Rosemary Essential Oil

Species: Rosamarinus officinalis
Plant Family: 

Lamiaceae (Labiatae).

Origins: 

Comes mainly from Tunisia and other Mediterranean countries like Spain, France and Italy but is grown the world over.

Extraction: 

The oil is obtained from the leaves and flowers of the herb.

Rosemary is an evergreen herb which can grow up to 6 foot in height. Oil from Tunisia is generally accepted to be of the best quality. In that country the herb is harvested in April and May and is normally harvested by hand and the oil produced on site.

Properties: 

Analgesic, antiseptic, antispasmodic, antiviral, astringent, cephalic, diuretic, hypotensive, rubefacient, stimulant, nervine, vulnerary, cordial, tonic, uplifting.

Usage & methods of application: 

Rosemary is an essential oil which can contain different properties and constituents depending on where in the world the plant used to produce it has been grown. These are known as "chemotypes" and Rosemary comes in three types. Borneol is a particularly stimulating version and is best for relaxing muscles and in massage treatments aimed at easing problems with the liver or kidneys. Cineol is best for inhalations and is clearing and soothing for problems with the sinuses. Heightened rejuvenating abilities can be found in the verbonene type which is considered best for skincare blends. Confusingly all three are still known as Rosmarinus officinalis but we recommend that you ensure you are aware of which strain you are purchasing. 

When burned or vaporised Rosemary acts to protect against and lessen the symptoms of flu, colds, chest infections and sinusitis. It also works on the mental side to clear the mind, refreshing and activating the brain to help bring mental clarity. It may also help those suffering from fatigue, lethargy and works to improve the memory.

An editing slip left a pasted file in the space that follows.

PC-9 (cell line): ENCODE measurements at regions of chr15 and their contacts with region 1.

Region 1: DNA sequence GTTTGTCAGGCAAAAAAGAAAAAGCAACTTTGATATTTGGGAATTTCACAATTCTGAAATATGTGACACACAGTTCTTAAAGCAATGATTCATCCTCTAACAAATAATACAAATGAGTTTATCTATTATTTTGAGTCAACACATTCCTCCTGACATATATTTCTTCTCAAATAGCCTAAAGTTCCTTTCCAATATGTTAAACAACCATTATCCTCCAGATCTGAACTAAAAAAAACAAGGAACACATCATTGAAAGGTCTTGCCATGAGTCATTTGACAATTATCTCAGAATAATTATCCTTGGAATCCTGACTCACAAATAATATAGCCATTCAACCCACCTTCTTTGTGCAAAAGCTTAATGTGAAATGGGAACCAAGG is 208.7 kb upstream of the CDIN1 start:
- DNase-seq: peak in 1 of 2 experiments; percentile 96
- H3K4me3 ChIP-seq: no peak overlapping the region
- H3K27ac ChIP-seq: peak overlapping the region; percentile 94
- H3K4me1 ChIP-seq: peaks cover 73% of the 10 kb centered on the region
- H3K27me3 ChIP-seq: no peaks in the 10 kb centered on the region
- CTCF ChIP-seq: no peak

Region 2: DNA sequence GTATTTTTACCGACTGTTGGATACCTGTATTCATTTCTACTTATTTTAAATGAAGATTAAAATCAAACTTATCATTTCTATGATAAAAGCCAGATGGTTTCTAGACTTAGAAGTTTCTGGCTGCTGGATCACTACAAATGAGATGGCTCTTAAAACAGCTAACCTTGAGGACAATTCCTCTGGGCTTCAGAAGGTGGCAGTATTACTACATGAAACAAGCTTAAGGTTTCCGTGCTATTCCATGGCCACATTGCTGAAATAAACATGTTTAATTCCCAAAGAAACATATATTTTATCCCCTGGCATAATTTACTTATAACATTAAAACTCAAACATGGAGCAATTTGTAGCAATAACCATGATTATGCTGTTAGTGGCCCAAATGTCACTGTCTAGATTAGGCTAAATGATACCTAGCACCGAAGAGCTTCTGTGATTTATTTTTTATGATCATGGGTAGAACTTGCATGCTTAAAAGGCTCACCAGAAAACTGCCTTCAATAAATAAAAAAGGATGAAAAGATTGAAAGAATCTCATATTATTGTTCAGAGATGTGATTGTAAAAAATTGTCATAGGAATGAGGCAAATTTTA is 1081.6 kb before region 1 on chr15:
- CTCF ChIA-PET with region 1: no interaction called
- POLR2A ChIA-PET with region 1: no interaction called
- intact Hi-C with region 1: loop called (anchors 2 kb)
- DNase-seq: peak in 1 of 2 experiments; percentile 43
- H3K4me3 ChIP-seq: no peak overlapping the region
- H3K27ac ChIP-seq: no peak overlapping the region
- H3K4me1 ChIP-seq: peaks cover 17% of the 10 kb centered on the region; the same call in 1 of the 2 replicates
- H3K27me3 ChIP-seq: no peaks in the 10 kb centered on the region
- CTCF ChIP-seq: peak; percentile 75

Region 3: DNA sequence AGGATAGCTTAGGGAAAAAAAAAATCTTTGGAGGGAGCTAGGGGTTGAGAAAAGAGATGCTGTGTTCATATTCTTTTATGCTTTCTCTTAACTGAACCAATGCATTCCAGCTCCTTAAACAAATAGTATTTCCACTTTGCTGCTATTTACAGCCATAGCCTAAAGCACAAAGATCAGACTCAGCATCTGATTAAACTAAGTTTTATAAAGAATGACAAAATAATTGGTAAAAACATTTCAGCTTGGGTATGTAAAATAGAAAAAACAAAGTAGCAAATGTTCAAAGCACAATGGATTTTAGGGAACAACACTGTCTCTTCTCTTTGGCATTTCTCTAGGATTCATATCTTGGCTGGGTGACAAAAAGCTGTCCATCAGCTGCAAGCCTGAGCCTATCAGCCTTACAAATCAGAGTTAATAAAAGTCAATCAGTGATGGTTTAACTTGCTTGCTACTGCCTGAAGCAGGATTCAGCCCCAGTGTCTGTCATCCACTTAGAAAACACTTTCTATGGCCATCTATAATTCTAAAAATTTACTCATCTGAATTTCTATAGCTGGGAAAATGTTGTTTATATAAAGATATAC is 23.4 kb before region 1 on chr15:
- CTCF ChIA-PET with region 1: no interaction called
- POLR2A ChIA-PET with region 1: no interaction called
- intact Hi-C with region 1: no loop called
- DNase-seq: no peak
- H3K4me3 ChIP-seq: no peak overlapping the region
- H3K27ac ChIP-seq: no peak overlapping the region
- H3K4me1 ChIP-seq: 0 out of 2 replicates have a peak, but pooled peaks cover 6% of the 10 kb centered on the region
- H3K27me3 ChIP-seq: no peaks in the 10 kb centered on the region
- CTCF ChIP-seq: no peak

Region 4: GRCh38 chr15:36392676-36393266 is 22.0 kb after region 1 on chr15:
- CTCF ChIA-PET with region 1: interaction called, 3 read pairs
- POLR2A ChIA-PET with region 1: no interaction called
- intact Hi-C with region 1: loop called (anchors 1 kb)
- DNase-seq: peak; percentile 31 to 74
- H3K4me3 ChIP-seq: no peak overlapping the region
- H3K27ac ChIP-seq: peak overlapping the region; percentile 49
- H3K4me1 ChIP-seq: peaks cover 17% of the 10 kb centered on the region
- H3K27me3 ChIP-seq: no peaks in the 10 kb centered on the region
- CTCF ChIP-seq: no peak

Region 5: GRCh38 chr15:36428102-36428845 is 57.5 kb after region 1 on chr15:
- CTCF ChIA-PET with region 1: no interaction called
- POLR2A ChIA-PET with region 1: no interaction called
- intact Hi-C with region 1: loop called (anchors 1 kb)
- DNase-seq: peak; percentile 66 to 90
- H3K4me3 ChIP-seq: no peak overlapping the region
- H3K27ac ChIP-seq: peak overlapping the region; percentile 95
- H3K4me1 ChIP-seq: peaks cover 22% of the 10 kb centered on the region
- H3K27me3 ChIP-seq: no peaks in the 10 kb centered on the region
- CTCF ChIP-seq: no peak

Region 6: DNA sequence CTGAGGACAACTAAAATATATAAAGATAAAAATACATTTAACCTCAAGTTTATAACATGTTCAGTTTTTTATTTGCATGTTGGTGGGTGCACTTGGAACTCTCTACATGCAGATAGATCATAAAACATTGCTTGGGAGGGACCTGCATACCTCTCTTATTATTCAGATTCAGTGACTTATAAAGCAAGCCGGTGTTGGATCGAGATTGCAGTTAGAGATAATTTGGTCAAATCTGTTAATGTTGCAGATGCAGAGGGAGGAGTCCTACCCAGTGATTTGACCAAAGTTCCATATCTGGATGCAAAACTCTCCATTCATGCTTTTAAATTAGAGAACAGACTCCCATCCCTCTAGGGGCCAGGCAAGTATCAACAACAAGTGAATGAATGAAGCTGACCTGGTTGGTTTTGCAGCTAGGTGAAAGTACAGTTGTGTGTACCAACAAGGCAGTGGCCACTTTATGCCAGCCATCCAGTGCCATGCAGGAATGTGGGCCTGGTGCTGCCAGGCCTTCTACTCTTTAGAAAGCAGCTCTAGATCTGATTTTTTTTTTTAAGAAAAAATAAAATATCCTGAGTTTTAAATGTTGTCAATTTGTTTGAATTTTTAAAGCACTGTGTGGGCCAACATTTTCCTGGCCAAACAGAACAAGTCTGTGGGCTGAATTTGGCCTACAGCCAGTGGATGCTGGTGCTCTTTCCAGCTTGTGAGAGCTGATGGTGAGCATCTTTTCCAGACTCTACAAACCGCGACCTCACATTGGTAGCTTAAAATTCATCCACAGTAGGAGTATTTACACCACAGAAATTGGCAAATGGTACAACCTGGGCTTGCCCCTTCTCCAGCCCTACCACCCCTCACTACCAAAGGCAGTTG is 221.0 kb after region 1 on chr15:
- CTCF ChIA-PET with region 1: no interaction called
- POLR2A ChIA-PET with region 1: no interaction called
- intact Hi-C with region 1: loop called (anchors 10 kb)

In massage Rosemary is recognised as a stimulating oil and is commonly found in preparations for exercise related injuries and pains. It may also assist the treatment of arthritis, rheumatism and bursitis. It's a rubefacient and so stimulates poor circulation and can help to improve low blood pressure. 

Rosemary can also be used in hair treatments. It's thought to be effective against dandruff and some even claim that it can assist in renewing hair growth and prevent premature balding. It's a great oil to use in the morning shower as it stimulates the brain and gets you going for the day.  

Rosemary is a lovely to oil to burn or vaporise. You get the physical and mental benefit of the vapour from the oil as well as a gorgeous aroma. 

It should be diluted in a carrier oil before use in massage. For the best results, dilute to 5% or less and massage the affected area in a circular motion. 

Like many essential oils, Rosemary can be added to other cosmetic and toiletry products to make use of its wonderful properties. For example, to take advantage of it's positive effect on the hair and scalp, simply add a drop or two to your existing shampoo and shake the bottle thoroughly before each use. 

Organic version also available.

Blends well with: 

You may find that Rosemary blends particularly well with Cedarwood, Citronella, Geranium, Lavender, Lemongrass and Peppermint.